Although vouchers can protect individuals in low-income countries from financial catastrophe and impoverishment arising from out-of-pocket expenditures on healthcare, their effectiveness in achieving this goal depends on whether both service and transport costs are subsidized as well as other factors such as service availability in a given locality and community perceptions about the quality of care. This paper examines the community-level effect of the reproductive health vouchers program on out-of-pocket expenditure on family planning, antenatal, delivery and postnatal care services in Kenya. Data are from two rounds of cross-sectional household surveys in voucher and non-voucher sites. The first survey was conducted between May 2010 and July 2011 among 2,933 women aged 15-49 years while the second survey took place between July and October 2012 among 3,094 women of similar age groups. The effect of the program on out-of-pocket expenditure is determined by difference-in-differences estimation. Analysis entails comparison of changes in proportions, means and medians as well as estimation of multivariate linear regression models with interaction terms between indicators for study site (voucher or non-voucher) and period of study (2010-2011 or 2012). There were significantly greater declines in the proportions of women from voucher sites that paid for antenatal, delivery and postnatal care services at health facilities compared to those from non-voucher sites. The changes were also consistent with increased uptake of the safe motherhood voucher in intervention sites over time. There was, however, no significant difference in changes in the proportions of women from voucher and non-voucher sites that paid for family planning services. The results further show that there were significant differences in changes in the amount paid for family planning and antenatal care services by women from voucher compared to those from non-voucher sites. Although there were greater declines in the average amount paid for delivery and postnatal care services by women from voucher compared to those from non-voucher sites, the difference-in-differences estimates were not statistically significant. The reproductive health vouchers program in Kenya significantly contributed to reductions in the proportions of women in the community that paid out-of-pocket for safe motherhood services at health facilities.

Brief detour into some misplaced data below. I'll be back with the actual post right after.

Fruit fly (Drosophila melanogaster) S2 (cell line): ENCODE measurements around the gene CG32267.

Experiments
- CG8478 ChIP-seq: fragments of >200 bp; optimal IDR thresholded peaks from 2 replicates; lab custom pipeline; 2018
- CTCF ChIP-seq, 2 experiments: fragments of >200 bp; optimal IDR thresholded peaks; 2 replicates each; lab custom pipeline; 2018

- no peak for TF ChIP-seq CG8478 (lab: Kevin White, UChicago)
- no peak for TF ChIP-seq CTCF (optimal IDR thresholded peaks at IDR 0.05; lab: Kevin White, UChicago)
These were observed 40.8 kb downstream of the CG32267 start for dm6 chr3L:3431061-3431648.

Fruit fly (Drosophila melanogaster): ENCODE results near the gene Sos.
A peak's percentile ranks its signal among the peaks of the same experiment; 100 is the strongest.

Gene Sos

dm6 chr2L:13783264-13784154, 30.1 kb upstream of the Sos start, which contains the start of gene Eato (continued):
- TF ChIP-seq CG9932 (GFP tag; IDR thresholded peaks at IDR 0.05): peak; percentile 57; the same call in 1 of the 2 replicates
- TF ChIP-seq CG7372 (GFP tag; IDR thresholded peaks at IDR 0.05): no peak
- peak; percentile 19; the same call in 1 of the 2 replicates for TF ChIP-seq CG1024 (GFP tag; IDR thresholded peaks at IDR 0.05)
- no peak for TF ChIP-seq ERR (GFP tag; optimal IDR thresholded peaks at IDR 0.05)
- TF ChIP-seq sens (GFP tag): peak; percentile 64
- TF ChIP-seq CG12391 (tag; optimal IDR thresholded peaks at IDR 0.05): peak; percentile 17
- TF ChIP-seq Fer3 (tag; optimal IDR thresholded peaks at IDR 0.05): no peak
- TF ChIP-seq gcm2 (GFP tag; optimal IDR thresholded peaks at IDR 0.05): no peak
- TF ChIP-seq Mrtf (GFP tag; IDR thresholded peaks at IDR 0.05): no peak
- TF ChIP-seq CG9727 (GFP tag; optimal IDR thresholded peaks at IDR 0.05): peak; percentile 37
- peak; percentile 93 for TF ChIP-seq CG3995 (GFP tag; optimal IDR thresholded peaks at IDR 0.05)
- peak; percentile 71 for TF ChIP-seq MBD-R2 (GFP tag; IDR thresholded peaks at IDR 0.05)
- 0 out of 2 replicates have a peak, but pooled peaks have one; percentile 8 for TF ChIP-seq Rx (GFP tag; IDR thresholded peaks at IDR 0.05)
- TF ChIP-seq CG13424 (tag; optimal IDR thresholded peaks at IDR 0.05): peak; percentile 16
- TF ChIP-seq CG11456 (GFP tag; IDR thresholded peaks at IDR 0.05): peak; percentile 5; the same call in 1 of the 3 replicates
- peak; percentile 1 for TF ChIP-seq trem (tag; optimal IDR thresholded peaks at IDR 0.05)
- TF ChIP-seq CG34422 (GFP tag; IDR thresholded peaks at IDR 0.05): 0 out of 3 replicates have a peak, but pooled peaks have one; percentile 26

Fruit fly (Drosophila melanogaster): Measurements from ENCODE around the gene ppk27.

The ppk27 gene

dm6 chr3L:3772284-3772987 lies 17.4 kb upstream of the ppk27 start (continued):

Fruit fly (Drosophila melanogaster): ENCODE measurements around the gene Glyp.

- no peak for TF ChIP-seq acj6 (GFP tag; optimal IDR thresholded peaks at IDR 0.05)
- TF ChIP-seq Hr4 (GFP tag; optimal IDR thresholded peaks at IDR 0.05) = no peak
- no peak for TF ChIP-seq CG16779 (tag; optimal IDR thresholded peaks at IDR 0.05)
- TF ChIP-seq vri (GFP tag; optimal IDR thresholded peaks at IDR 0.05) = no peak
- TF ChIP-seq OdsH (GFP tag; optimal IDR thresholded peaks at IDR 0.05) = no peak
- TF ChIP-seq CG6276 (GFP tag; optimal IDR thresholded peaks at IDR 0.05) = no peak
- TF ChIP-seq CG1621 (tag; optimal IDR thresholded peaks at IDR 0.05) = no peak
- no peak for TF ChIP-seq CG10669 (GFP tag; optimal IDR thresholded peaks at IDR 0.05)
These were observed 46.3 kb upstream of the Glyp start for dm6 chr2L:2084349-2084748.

Twitter Demographics